It seems appropriate to turn my comments into an answer.
One of the problems that confounds religious practice in all major traditions is the attachment to words. Words are both the barrier to understanding and the only tools available to teachers (for the most part) to point people towards awakening.
Insight is defined as:
an instance of apprehending the true nature of a thing, especially
through intuitive understanding
penetrating mental vision or discernment; faculty of seeing into inner character or underlying truth.
There is no such thing as Buddhistic Insight (how does one know if their insight is Buddhistic?) If insight depended on the teachings of Buddha or anyone else, then Buddha would've been unable to attain insight; Christ would not have come to know what he did; etc.
Buddha, Christ, and any other teacher (no names spring to mind) of their caliber and effectiveness found a way of creating a teaching in the language of their era that resonated with the existing social and religious beliefs of their era. I think this is a critical distinction.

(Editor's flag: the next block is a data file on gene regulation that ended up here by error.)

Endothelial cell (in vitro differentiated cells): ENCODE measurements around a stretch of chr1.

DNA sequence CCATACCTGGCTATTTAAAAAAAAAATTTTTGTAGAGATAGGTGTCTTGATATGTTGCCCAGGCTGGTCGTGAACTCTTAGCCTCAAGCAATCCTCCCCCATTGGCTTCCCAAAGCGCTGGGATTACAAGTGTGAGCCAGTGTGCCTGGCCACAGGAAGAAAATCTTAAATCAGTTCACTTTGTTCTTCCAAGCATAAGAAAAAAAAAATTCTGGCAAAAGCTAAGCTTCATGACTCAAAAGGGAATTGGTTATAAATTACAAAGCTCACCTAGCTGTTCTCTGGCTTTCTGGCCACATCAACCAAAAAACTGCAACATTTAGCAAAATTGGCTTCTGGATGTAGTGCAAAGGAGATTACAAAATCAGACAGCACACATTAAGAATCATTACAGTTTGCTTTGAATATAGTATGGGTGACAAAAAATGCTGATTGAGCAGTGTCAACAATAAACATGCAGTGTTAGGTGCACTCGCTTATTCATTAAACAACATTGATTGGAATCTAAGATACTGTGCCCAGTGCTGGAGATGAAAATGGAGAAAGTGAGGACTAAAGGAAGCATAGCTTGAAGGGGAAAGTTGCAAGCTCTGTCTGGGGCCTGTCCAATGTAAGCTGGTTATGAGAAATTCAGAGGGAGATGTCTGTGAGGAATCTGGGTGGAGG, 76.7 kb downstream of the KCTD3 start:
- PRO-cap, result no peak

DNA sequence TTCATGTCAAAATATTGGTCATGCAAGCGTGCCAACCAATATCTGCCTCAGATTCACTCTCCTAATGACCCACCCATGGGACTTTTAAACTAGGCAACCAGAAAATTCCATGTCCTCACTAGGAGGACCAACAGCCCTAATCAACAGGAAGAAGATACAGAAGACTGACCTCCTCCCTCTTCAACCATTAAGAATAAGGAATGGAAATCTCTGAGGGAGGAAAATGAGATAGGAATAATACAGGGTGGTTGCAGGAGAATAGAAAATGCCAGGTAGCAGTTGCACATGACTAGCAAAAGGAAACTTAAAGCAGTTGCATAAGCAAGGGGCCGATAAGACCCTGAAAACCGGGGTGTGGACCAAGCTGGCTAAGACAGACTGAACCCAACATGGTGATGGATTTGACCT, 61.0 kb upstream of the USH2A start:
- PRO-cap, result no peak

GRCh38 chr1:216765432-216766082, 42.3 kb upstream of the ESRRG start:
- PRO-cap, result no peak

Buddha spoke about reincarnation as he built his teaching in a part of the world where almost all people already had a view of the world that included reincarnation - and many were likely attached to that understanding. As far as I know, Christ never mentions reincarnation - at least not in any form that remotely resembles the Buddhist or Hindu view of reincarnation.
Buddha found a way to use the already existing teaching as a vehicle to point people towards the Self. (see skillful means)
Christ did the same.
As to the original question.
One need not necessarily depend on the words of the ancients, but must only think of what is really true. - Dogen
Think about the paradox of your question. You experienced something you call temporarily release from any jealousy I had. That's awesome!
Unfortunately, the validation you were likely looking for with your question will probably do nothing other than serve as a barrier to your understanding. You will have a new 'idol' to worship:
"I had a genuine Buddhistic insight."
Regarding the above quote from Dogen in relation to this: What is true is, you can and will never know. Why carry the insight along with you? The insight will be valuable to the degree you use it - or let it use you. What is it you got when you felt the jealousy dissipate? Did you suddenly see the vanity and stupidity of human actions in a clearer light? That is what there is to meditate on; to consider. Who cares where it came from?
There is great wisdom in your insight, and there is no bottom to it. The deeper your insight penetrates, the deeper your understanding will be. Genuine mastery is never a place one arrives but a place one comes from.
Enjoy your insights but never cling to them. Yesterday's insight is today's ego trip.